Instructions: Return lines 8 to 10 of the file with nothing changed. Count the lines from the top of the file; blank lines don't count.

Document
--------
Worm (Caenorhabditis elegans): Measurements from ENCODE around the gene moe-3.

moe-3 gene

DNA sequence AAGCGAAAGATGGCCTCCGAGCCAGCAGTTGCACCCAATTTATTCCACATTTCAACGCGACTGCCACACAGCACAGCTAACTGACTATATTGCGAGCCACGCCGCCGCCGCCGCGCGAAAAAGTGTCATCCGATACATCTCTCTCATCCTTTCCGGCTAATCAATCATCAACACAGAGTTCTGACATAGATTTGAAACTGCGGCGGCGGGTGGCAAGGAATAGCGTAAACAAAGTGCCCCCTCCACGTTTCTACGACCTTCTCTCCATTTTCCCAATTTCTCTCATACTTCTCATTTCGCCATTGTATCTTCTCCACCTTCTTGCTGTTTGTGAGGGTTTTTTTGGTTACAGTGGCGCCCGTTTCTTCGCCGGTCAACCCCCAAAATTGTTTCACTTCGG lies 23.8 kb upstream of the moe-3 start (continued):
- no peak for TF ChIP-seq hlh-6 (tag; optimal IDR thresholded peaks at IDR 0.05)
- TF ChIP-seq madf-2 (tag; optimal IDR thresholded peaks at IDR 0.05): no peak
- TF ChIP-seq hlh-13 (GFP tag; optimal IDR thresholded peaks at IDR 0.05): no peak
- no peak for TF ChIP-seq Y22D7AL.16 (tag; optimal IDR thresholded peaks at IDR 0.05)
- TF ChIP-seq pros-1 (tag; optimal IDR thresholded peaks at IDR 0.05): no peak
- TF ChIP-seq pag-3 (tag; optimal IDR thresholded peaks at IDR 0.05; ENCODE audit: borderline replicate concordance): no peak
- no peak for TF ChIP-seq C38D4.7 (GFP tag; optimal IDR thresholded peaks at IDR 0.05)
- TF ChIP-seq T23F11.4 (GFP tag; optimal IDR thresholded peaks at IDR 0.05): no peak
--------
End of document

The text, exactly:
- TF ChIP-seq pros-1 (tag; optimal IDR thresholded peaks at IDR 0.05): no peak
- TF ChIP-seq pag-3 (tag; optimal IDR thresholded peaks at IDR 0.05; ENCODE audit: borderline replicate concordance): no peak
- no peak for TF ChIP-seq C38D4.7 (GFP tag; optimal IDR thresholded peaks at IDR 0.05)